When billionaire Peter Thiel, a co-founder of PayPal, admitted to financing $10 million in legal bills for Hulk Hogan's lawsuit against Gawker Media, this disclosure publicly exposed a growing practice in the legal industry: The use of alternative litigation financing (ALF).
Third-party lawsuit funding isn't new. But according to the 2016 Litigation Finance Survey conducted by global finance firm Burford Capital, ALF use quadrupled between 2013 and 2016 — a similar timeframe within which the Hulk Hogan (legal name: Terry Bollea) case was filed (October 15, 2012) and decided (March 21, 2016), following a six-week trial.
In view of this growing trend, attorneys must minimize legal malpractice and disciplinary exposure through a solid understanding of the American Bar Association Model Rules of Professional Conduct. In a recent edition of PROfessional Counsel, CNA Risk Control Representative Matt Fitterer details the risks, ethical concerns and other pitfalls associated with third-party financing relationships.
Before referring a client to a funder
First, get familiar with ALF entails. Typically, it is similar to a situation in which an attorney works on a contingency fee basis, with litigation costs financed upfront, while awaiting a portion of the judgment at a future date. Notably, ALF is not:
- A claim assignment, as the claimant remains a party to the case while the funder is not made a party
- A traditional loan, as all funds advanced are non-recourse and the funder is only paid in the event of a recovery
- Advances on a structured settlement, as all funds are disbursed prior to any judgment.
Second, ensure that the transaction is legal. States are divided on whether ALF is permissible, as the practice may run afoul of champerty, barratry or maintenance prohibitions, which may prevent outside parties from supporting litigation for a share of the award. If your jurisdiction permits ALF, ensure that the agreement is structured in a way that doesn't violate state law.
Getting down to ethics
Ethical issues can vary depending on the circumstances of the ALF arrangement, and may include consultation, funding referrals, additional fees, document sharing and control.
Consultation: As long as the transaction is legal, you may inform a client about ALF. However, the information must also include candid advice to the client on whether ALF is in the client's best interest. Typically, an ALF contract is structured so that the funder's stake in the recovery increases over time.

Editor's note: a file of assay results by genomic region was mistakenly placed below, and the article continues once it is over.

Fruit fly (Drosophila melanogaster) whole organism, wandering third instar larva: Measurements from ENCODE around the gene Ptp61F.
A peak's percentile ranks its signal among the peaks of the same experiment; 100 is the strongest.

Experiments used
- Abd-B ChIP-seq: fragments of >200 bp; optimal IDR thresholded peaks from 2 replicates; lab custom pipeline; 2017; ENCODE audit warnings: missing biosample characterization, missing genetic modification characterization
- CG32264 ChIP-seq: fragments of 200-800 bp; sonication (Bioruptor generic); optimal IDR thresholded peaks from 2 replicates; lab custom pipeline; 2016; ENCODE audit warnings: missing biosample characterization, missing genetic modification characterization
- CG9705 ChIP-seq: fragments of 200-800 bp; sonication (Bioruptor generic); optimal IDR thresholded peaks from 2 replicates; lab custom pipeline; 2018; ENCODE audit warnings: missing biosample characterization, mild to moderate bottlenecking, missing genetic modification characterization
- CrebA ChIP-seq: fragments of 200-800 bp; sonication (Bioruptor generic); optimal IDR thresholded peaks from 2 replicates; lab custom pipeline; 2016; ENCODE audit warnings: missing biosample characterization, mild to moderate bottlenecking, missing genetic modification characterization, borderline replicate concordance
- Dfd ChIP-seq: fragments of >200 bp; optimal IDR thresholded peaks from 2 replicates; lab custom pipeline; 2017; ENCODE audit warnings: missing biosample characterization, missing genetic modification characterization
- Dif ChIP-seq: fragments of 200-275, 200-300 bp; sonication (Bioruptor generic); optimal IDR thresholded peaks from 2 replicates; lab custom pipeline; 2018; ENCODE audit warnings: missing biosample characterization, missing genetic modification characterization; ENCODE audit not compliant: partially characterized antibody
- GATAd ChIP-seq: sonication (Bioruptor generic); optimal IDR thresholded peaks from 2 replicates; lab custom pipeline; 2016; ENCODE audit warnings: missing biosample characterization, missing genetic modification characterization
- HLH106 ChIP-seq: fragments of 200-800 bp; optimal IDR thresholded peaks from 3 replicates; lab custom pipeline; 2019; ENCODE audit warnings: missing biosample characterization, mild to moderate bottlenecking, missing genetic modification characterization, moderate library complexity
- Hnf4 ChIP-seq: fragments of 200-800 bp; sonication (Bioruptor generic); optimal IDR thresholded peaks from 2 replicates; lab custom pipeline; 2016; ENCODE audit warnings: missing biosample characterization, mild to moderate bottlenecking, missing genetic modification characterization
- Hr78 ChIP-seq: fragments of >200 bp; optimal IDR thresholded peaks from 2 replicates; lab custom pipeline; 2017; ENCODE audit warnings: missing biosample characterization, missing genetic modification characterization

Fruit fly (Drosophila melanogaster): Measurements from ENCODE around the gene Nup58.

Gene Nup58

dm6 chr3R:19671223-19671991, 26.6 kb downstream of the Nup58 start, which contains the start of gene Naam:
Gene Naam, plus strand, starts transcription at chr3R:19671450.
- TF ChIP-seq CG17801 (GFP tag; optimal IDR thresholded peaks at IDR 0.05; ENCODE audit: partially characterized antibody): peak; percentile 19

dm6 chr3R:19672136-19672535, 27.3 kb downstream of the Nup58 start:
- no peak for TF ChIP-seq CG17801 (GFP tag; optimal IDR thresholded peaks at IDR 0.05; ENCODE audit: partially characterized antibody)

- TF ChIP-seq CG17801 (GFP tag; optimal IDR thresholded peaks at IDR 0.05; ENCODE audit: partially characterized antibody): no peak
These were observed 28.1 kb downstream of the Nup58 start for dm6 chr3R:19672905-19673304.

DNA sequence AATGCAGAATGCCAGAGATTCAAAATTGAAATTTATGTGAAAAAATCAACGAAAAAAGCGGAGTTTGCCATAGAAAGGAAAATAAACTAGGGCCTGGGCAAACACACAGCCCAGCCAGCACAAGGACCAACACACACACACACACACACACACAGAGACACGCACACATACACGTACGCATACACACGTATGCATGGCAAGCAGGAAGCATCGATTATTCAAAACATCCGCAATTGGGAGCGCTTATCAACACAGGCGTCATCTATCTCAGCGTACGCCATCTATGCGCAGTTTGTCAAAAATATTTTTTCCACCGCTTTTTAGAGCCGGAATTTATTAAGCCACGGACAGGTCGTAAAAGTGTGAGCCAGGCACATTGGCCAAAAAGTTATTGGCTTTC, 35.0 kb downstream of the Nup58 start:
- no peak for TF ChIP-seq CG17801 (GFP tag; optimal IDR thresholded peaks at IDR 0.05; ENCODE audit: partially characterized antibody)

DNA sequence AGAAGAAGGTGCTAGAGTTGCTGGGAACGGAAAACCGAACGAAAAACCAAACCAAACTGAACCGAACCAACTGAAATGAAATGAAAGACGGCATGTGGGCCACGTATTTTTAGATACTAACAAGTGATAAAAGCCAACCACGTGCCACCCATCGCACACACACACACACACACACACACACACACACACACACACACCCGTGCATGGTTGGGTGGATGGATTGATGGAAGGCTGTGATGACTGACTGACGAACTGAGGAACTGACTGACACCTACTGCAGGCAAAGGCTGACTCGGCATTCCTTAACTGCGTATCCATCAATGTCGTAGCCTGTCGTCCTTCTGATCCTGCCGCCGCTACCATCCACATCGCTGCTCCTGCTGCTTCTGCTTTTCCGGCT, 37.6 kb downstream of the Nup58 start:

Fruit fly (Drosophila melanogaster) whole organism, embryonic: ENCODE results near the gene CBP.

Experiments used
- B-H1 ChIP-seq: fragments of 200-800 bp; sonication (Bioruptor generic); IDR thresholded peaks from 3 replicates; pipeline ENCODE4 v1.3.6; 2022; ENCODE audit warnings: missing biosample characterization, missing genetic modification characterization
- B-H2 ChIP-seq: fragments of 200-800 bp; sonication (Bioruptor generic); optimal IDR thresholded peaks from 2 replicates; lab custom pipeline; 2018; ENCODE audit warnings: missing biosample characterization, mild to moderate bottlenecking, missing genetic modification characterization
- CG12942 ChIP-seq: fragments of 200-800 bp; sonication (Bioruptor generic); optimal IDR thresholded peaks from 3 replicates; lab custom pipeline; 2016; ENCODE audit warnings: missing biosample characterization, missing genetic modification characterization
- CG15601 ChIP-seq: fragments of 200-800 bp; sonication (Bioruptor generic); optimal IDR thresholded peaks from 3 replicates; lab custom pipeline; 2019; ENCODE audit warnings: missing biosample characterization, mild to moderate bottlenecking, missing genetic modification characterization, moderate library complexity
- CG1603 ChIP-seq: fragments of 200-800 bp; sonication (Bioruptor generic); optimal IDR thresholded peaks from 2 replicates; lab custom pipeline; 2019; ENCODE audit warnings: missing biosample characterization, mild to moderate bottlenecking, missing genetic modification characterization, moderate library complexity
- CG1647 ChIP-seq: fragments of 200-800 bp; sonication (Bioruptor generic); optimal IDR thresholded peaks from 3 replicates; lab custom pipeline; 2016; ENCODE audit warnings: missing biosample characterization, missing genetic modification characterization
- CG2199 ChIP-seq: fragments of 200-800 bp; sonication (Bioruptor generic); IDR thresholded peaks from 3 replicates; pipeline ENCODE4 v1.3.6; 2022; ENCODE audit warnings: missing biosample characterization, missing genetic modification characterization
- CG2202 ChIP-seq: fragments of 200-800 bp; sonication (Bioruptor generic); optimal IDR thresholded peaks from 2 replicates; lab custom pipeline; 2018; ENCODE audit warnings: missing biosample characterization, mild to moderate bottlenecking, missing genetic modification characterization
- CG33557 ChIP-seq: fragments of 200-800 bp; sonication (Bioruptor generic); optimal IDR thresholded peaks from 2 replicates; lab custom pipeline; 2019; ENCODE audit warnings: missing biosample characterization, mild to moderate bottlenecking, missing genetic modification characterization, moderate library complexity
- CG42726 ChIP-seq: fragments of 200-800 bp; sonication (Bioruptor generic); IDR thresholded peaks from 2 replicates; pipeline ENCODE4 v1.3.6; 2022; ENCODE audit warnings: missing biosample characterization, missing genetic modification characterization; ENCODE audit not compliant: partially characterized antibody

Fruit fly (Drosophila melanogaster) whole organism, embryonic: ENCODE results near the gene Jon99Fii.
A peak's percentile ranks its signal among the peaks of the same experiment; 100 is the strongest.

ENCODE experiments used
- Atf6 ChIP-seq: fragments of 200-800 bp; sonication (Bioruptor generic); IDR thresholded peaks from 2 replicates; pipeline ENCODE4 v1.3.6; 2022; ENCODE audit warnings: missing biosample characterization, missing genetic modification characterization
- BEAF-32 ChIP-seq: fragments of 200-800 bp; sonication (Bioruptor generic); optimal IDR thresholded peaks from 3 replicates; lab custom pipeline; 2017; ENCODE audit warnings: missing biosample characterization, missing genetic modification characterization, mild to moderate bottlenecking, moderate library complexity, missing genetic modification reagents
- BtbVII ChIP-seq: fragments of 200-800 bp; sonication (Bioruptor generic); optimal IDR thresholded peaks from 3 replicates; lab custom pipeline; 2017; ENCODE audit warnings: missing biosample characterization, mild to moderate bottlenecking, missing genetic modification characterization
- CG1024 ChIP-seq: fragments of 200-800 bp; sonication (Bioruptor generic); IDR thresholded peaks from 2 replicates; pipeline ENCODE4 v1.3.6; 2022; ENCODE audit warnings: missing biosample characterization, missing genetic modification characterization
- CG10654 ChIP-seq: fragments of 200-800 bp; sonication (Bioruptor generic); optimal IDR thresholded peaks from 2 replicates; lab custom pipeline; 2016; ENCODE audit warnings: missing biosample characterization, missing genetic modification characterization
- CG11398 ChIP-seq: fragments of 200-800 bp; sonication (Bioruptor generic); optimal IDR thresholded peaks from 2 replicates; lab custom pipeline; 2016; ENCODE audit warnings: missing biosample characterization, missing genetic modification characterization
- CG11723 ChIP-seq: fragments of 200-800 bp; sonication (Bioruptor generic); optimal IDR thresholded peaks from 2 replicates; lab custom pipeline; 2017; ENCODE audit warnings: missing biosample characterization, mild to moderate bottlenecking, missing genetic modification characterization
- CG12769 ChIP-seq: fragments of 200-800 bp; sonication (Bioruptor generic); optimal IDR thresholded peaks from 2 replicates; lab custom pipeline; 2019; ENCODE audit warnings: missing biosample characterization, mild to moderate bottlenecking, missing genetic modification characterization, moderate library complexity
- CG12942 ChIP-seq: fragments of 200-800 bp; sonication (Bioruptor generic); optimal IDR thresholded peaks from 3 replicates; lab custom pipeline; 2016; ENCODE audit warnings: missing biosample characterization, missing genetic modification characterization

While ALF eases the financial burden of litigation at the outset, it can impose pressure on the client to accept a premature settlement offer. Discuss with the client the downsides of ALF and ensure that the client understands the terms of the ALF contract. Obtain the client's signed acknowledgement of this discussion to help avoid potential malpractice allegations.
However, if your role as an attorney extends further and you represent the client in negotiations with the ALF provider, you likely acquired a "pecuniary interest adverse to the client" and must comply with the requirements of Rule 1.8(a), ABA Model Rules of Professional Conduct, which demands that the attorney verify that the terms are fair to the client, advise the client to seek independent legal advice and provide the client with an opportunity to secure such advice. Again, obtain the client's written, informed consent to both the contract's terms and the attorney's role in negotiations.
Referrals: You may direct a client to a designated financing source, but you have a duty to ensure that the funder will provide your client with quality service. In addition, if you have a pre-existing relationship between yourself and the funder, you must disclose the relationship to the client. Moreover, don't refer your clients to funders whom you suspect are incompetent. Such a practice can leave you vulnerable to a malpractice liability lawsuit.
Note that you are prohibited from accepting anything in exchange for a referral — no fee or other benefit — as that would constitute a conflict of interest.
Additional fees: Cases suitable for ALF are generally charged on a contingency fee basis. Whether you charge an additional fee for services related to ALF depends upon the scope of your engagement letter. An engagement letter with a narrow scope may not permit or encompass ALF-related services, and will require an addendum, signed by the client, to address the additional work you performed.
Document sharing: The funder may request documents and other information to help him or her gauge the potential merits, duration and damages of the claim on an ongoing basis. While essential from the funder's perspective, this action poses a substantial professional liability risk to you. No information, not even the client's identity, should be disclosed to the funder without the client's informed, written consent. And if you obtain written consent of the client, don't share documents without entering into a non-disclosure agreement with the funder.
Control: Draft any ALF contracts to include language disclaiming any right held by the funder to influence decisions pertaining to the underlying case, including the decision to terminate the attorney-client relationship. The decision to settle — and for what amount — belongs to the client, regardless of the funder's stake or interest in the award. In the event of a funder-client dispute regarding the settlement, it's a best practice to withhold funds from both parties until the dispute is resolved.
Proceed with caution when entering into ALF agreements with clients. By keeping a close eye on local statutes and abiding by the rules of professional conduct, you will be able to manage the ethical risks presented by ALF.
To learn more about alternative litigation financing, download Matthew Fitterer's article in CNA PROfessional Counsel: "More Money, More Problems: Overcoming the Risks of Alternative Litigation Financing."